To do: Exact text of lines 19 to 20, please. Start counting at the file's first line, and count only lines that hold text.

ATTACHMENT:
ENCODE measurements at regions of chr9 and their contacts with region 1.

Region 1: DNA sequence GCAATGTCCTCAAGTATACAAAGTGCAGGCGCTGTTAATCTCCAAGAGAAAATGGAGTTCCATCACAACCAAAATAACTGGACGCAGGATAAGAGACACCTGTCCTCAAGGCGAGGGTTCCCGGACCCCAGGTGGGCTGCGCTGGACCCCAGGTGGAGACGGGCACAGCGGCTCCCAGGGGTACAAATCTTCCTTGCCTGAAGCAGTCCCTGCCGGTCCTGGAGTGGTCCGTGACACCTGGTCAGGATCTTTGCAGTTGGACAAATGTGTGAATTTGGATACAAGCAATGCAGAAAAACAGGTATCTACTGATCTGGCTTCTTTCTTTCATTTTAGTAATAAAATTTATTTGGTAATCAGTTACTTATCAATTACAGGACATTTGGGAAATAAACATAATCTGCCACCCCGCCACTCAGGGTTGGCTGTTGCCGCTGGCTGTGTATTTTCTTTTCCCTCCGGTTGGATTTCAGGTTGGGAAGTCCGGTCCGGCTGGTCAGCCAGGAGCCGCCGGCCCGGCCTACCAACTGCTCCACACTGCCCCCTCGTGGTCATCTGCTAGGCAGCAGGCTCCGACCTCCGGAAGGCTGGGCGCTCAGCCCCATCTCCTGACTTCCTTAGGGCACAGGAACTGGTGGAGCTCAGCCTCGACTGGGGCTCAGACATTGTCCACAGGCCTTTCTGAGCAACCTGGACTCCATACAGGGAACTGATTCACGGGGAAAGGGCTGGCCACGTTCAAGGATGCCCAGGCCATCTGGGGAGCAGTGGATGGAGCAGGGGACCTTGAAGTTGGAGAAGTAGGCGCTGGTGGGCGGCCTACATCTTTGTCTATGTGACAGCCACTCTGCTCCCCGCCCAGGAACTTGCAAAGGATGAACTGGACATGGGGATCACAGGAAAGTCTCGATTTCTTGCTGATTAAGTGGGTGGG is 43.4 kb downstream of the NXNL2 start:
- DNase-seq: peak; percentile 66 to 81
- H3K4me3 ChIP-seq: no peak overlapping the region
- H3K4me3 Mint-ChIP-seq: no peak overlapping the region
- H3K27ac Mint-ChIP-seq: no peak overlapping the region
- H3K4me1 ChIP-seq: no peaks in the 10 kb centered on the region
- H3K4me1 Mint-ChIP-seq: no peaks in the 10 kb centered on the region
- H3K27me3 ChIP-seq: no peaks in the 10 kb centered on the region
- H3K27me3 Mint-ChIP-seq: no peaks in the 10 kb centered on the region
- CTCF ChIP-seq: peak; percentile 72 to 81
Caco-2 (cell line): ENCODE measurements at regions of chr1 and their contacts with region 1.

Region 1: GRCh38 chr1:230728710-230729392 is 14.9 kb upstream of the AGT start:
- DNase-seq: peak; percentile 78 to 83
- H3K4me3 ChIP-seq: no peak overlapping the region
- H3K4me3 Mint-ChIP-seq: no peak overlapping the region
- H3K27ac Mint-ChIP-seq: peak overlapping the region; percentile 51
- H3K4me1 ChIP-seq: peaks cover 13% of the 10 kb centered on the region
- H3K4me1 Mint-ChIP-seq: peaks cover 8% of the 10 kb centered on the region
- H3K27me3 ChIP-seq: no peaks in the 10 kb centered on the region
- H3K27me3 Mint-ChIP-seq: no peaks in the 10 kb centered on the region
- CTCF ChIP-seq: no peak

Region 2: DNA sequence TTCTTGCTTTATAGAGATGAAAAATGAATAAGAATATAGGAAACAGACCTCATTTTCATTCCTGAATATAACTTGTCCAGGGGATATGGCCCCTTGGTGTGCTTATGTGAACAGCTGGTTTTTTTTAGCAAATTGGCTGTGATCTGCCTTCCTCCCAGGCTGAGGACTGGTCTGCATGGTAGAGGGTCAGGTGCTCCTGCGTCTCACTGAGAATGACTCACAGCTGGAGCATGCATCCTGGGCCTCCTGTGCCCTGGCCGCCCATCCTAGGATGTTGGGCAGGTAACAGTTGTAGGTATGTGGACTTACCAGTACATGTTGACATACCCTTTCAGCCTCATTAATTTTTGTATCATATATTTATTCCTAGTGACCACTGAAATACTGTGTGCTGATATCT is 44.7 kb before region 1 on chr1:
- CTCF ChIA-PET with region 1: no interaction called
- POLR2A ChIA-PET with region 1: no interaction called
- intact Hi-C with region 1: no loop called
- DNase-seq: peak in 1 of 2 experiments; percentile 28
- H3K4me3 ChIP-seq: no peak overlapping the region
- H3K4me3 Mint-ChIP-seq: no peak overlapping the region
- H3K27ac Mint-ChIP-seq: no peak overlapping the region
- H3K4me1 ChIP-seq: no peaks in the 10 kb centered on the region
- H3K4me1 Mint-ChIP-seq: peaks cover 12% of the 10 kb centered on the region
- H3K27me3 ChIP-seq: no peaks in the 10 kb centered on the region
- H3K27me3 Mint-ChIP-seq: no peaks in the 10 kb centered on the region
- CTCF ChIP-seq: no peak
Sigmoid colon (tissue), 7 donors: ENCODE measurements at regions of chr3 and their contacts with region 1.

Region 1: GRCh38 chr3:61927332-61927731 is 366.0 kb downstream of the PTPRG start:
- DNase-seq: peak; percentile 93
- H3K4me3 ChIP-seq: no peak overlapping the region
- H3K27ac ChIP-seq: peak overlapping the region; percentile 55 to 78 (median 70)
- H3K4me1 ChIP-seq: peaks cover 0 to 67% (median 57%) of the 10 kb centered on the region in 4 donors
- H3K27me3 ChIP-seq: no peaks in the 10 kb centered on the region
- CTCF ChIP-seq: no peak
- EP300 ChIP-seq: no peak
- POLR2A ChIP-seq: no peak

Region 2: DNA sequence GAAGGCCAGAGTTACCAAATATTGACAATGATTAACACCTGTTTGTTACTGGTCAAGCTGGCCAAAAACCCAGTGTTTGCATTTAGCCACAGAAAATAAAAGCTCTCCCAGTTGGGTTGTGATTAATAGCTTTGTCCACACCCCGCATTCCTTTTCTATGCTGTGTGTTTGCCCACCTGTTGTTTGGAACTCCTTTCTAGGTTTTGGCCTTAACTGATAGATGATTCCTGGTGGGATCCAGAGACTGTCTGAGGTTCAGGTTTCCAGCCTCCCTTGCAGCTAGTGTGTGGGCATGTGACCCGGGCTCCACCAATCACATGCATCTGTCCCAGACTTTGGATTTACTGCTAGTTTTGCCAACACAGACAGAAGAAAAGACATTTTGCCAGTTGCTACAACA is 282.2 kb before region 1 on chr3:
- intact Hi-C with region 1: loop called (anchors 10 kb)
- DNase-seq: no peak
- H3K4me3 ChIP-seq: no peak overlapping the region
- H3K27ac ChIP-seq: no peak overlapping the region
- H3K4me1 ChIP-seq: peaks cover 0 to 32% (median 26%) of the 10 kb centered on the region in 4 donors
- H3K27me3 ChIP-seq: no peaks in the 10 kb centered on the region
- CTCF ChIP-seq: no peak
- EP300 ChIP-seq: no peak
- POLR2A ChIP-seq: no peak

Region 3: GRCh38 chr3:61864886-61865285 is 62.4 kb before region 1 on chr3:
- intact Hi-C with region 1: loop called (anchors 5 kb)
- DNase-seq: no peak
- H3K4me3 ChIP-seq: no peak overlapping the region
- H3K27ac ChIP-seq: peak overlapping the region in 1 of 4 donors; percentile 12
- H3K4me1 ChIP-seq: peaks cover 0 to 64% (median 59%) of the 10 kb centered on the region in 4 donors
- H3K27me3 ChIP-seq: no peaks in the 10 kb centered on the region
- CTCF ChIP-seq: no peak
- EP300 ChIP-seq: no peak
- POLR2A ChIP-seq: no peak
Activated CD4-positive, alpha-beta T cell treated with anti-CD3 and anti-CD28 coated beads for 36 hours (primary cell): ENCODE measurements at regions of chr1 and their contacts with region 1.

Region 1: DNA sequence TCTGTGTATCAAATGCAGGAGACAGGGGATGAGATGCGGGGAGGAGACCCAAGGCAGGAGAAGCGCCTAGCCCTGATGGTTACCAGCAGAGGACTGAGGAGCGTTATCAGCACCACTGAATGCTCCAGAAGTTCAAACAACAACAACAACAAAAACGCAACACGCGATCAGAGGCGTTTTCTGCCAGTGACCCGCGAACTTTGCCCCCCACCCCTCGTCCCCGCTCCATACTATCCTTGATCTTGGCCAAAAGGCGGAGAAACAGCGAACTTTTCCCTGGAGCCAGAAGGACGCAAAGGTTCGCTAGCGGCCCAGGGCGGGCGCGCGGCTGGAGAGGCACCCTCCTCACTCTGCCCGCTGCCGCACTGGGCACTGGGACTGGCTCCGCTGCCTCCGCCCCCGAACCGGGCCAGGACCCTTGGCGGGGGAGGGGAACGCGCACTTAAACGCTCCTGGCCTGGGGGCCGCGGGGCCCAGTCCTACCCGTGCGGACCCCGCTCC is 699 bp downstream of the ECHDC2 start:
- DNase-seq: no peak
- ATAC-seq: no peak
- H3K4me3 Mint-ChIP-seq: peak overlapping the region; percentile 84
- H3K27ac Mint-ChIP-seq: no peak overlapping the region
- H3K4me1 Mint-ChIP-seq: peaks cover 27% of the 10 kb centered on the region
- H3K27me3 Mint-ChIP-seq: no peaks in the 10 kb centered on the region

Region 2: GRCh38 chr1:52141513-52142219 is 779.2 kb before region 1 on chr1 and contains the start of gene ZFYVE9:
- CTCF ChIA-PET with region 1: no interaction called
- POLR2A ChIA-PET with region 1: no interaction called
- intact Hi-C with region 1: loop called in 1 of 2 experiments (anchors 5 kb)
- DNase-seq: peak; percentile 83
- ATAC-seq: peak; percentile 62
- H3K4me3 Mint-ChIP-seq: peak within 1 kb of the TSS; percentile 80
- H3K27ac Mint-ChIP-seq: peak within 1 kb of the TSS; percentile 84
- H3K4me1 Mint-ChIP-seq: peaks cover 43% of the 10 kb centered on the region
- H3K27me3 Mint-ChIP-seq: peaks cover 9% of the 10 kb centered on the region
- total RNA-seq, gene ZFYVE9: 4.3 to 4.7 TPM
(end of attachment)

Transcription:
- H3K4me1 Mint-ChIP-seq: peaks cover 8% of the 10 kb centered on the region
- H3K27me3 ChIP-seq: no peaks in the 10 kb centered on the region